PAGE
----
We live in very odd times. So odd it seems that a government official can now win an award for voting to spend taxpayer dollars. It’s an interesting concept, but for Fargo State Senator Carolyn Nelson (D – District 21), this is exactly the case.
The Forum reported yesterday that Senator Nelson is being recognized as the first ever recipient of the “Outstanding Woman State Legislator Supporting the Arts” award. The recognition comes from the John F. Kennedy Center for the Performing Arts and a nonprofit group called Women in Government.
Nelson was nominated by two fellow Fargo Democrats in the Legislature, Rep. Mary Schneider (D – District 21), and Rep. Pam Anderson (D – District 41). The award will be given on November 8th at the John F. Kennedy Center for the Performing Arts in Washington, DC.
Nancy Todd, a Colorado Senator and Chairwoman of Women in Government’s board – who also happens to be a Democrat – praised Nelson:
“At home, in the community, in the legislature, nationally and around the world, Senator Nelson has enhanced thousands if not millions of lives through the arts.”
Let me be clear, I have no problem with Senator Nelson’s involvement in the arts at home and in the community. Details of her involvement in those areas are also noted in the Forum article. But it’s singing her praises for her work in the legislature on this issue that is problematic for me:
“As a lawmaker, Nelson, D-Fargo, has fought for expanded arts funding and has resisted arts funding cuts, according to her nomination for the award.” (Emphasis Added)
I’m certainly not saying that there’s no value at all in certain areas of the arts. Nor am I saying that Senator Nelson’s love for them is ill-founded. Heck, I’m not even saying that she shouldn’t advocate for them. I just don’t believe utilizing the legislature to do so is admirable.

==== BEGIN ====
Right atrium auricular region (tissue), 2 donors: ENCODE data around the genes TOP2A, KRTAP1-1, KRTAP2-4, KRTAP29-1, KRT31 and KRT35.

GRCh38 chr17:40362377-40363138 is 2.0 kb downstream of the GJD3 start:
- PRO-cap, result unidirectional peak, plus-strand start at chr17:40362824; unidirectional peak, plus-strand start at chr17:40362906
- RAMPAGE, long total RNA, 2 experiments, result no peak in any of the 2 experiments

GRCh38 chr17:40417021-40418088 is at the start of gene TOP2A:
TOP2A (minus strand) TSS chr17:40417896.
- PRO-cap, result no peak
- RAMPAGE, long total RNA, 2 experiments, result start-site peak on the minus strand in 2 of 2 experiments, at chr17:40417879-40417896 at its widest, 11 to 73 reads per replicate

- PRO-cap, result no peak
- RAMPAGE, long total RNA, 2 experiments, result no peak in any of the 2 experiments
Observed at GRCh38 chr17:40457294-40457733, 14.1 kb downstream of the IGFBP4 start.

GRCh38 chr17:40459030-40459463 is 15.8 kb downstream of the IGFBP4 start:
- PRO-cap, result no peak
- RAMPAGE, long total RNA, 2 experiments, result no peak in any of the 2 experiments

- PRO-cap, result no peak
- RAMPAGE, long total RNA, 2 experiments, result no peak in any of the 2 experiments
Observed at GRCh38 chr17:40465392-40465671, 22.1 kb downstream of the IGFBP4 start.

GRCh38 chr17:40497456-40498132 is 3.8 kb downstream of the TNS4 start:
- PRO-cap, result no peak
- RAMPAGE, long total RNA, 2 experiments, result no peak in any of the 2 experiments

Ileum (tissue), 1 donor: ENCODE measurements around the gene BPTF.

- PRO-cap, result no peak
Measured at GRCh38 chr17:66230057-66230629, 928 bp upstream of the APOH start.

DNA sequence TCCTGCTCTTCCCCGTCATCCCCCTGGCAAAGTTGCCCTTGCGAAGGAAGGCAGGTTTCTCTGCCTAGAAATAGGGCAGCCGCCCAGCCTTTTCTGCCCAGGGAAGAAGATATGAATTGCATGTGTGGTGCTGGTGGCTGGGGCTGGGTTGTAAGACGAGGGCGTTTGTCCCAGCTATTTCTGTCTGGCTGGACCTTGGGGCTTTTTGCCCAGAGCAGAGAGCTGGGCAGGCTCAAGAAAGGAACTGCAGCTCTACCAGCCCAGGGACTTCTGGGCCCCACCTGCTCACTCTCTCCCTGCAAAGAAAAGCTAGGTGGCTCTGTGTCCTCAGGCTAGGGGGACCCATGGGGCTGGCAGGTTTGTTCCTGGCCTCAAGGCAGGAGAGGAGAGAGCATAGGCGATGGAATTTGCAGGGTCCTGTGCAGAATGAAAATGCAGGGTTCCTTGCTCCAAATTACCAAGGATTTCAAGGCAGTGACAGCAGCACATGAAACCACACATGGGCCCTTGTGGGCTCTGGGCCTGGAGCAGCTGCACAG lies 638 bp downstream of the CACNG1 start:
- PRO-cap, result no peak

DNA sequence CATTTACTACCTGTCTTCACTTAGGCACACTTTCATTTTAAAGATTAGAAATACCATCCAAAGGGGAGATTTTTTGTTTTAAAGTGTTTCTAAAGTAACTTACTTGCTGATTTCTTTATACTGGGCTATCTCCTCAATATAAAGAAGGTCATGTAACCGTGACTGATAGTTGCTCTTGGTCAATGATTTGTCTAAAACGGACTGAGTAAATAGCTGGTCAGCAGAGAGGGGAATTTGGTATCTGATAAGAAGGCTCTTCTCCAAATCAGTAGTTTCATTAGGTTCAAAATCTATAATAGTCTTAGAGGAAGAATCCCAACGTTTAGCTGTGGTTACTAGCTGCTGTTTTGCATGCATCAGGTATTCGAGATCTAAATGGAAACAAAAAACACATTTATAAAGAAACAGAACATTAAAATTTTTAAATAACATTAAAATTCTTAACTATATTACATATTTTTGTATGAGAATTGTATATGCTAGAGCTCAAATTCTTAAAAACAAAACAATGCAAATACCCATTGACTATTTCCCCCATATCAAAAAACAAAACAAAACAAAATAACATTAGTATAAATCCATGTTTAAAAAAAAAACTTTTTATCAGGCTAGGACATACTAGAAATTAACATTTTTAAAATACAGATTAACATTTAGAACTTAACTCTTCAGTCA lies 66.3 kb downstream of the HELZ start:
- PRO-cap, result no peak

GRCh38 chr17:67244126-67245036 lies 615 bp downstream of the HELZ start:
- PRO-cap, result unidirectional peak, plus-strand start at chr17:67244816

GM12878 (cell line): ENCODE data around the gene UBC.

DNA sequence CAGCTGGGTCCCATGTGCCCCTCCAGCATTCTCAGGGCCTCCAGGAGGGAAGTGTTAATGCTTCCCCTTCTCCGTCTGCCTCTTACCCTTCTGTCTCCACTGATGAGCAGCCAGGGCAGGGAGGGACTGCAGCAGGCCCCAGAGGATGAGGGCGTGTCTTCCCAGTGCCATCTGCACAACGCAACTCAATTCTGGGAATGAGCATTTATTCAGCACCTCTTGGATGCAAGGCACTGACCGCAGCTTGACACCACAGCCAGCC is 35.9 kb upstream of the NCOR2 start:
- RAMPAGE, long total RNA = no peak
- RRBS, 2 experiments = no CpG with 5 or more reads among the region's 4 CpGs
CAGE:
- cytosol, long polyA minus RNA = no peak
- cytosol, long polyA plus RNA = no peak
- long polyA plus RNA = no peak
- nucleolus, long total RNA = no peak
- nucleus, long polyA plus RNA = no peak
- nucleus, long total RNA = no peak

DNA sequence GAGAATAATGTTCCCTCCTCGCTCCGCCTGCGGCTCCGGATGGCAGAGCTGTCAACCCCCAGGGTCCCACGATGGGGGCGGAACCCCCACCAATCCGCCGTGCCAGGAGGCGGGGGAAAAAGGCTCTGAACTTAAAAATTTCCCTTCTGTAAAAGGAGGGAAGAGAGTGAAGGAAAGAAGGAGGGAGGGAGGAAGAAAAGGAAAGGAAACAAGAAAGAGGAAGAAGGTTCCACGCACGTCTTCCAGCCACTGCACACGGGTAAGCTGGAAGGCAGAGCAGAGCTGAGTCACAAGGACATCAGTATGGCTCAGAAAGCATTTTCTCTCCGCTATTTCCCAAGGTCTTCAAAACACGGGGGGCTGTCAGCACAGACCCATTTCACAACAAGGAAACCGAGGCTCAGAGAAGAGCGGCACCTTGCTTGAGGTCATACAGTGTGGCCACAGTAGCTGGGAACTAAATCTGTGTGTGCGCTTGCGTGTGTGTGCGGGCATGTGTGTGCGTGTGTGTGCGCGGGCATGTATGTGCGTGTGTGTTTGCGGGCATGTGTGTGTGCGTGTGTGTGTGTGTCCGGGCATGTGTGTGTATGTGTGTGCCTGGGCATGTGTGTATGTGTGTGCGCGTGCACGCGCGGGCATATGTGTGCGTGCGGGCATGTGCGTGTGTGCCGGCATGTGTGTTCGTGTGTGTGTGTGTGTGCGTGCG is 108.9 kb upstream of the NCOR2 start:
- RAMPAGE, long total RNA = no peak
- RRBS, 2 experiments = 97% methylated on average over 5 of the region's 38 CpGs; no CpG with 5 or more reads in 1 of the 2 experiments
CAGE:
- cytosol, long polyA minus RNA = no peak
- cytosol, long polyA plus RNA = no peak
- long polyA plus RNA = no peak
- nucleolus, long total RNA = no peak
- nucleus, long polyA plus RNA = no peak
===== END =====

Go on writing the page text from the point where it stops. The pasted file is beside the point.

My reasoning for this is very simple… it’s not the proper role of government. If some aspect of the arts cannot be self-funded through private enterprise or donations, then perhaps it shouldn’t exist at all. Extracting money from the taxpayer to prop up such things is not only a poor use of funds, but it’s inappropriate. Such things contribute to bloated and unnecessary government expenditures.
Simply put, I just don’t think advocating for and voting to spend other people’s money is worthy of an award. To me, it sends the wrong message about the role of government in our lives. But I suppose it should come as no surprise when liberals are the ones that are doing the nominating and doling out the awards.
If the truth were told, perhaps a more appropriate name for this award would be the “Outstanding Welfare Advocate for the Arts” award. Of course, it’s also no surprise that Democrats would find some way to disagree with that too.